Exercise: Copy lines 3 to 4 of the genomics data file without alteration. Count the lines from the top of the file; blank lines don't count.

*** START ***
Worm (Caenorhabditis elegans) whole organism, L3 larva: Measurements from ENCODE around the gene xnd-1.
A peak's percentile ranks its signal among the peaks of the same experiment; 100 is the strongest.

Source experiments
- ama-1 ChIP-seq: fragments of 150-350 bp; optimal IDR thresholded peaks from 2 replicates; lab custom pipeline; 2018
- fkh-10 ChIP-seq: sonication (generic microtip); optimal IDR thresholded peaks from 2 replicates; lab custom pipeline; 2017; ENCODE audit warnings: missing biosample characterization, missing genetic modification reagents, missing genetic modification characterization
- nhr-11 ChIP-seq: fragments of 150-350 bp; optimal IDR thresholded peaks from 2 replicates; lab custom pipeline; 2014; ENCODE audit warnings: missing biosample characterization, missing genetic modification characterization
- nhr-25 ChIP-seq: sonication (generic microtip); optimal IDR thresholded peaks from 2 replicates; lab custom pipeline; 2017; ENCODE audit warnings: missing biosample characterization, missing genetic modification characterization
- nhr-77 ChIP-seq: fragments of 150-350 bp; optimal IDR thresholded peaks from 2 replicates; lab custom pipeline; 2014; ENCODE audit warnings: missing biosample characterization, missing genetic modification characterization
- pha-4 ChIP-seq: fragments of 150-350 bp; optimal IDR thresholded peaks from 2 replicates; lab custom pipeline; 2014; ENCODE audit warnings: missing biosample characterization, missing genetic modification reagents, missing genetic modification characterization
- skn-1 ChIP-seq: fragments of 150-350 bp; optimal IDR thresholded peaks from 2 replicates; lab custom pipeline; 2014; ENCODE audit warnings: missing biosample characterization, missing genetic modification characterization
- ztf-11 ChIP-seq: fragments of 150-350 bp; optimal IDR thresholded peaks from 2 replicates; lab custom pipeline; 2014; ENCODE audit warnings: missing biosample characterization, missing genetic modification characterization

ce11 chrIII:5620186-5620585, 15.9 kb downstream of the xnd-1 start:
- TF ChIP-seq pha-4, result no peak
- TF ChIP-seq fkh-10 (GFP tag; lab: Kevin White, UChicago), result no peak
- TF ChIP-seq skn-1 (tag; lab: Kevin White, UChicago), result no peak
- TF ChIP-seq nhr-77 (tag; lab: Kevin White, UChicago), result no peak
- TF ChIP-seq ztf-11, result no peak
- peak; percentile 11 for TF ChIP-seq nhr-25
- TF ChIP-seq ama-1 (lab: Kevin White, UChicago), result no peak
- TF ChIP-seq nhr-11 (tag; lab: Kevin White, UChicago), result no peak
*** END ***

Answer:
Source experiments
- ama-1 ChIP-seq: fragments of 150-350 bp; optimal IDR thresholded peaks from 2 replicates; lab custom pipeline; 2018